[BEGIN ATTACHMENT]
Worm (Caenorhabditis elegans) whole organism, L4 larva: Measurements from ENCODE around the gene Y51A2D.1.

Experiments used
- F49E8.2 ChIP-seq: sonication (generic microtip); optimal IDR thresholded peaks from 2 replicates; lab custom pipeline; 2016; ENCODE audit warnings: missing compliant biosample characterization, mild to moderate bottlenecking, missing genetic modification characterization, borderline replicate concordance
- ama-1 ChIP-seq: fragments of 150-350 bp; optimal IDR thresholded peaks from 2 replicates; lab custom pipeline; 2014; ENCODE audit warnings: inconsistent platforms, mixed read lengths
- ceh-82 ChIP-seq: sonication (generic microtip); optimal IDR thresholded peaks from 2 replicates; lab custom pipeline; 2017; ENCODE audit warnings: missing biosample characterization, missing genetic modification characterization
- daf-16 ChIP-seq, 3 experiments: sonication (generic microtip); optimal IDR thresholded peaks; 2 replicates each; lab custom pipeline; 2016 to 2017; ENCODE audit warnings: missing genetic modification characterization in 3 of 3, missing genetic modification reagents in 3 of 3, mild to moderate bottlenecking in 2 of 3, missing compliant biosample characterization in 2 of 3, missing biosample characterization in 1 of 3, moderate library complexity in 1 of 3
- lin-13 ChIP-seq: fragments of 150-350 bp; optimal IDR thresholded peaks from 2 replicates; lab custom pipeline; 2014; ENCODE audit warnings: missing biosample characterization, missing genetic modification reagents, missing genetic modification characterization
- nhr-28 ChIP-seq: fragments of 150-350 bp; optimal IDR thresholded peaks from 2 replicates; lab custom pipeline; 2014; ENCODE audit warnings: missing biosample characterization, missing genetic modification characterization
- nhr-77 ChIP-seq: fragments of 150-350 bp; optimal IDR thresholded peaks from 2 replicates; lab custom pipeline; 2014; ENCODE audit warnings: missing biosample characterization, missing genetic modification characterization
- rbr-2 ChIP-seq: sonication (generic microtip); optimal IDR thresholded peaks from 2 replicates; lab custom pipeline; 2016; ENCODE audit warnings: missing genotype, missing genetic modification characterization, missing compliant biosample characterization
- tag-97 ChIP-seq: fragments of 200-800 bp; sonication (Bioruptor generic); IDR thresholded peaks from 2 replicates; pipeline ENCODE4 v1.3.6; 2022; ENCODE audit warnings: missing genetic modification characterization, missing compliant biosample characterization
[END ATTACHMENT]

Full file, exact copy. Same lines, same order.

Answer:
Worm (Caenorhabditis elegans) whole organism, L4 larva: Measurements from ENCODE around the gene Y51A2D.1.

Experiments used
- F49E8.2 ChIP-seq: sonication (generic microtip); optimal IDR thresholded peaks from 2 replicates; lab custom pipeline; 2016; ENCODE audit warnings: missing compliant biosample characterization, mild to moderate bottlenecking, missing genetic modification characterization, borderline replicate concordance
- ama-1 ChIP-seq: fragments of 150-350 bp; optimal IDR thresholded peaks from 2 replicates; lab custom pipeline; 2014; ENCODE audit warnings: inconsistent platforms, mixed read lengths
- ceh-82 ChIP-seq: sonication (generic microtip); optimal IDR thresholded peaks from 2 replicates; lab custom pipeline; 2017; ENCODE audit warnings: missing biosample characterization, missing genetic modification characterization
- daf-16 ChIP-seq, 3 experiments: sonication (generic microtip); optimal IDR thresholded peaks; 2 replicates each; lab custom pipeline; 2016 to 2017; ENCODE audit warnings: missing genetic modification characterization in 3 of 3, missing genetic modification reagents in 3 of 3, mild to moderate bottlenecking in 2 of 3, missing compliant biosample characterization in 2 of 3, missing biosample characterization in 1 of 3, moderate library complexity in 1 of 3
- lin-13 ChIP-seq: fragments of 150-350 bp; optimal IDR thresholded peaks from 2 replicates; lab custom pipeline; 2014; ENCODE audit warnings: missing biosample characterization, missing genetic modification reagents, missing genetic modification characterization
- nhr-28 ChIP-seq: fragments of 150-350 bp; optimal IDR thresholded peaks from 2 replicates; lab custom pipeline; 2014; ENCODE audit warnings: missing biosample characterization, missing genetic modification characterization
- nhr-77 ChIP-seq: fragments of 150-350 bp; optimal IDR thresholded peaks from 2 replicates; lab custom pipeline; 2014; ENCODE audit warnings: missing biosample characterization, missing genetic modification characterization
- rbr-2 ChIP-seq: sonication (generic microtip); optimal IDR thresholded peaks from 2 replicates; lab custom pipeline; 2016; ENCODE audit warnings: missing genotype, missing genetic modification characterization, missing compliant biosample characterization
- tag-97 ChIP-seq: fragments of 200-800 bp; sonication (Bioruptor generic); IDR thresholded peaks from 2 replicates; pipeline ENCODE4 v1.3.6; 2022; ENCODE audit warnings: missing genetic modification characterization, missing compliant biosample characterization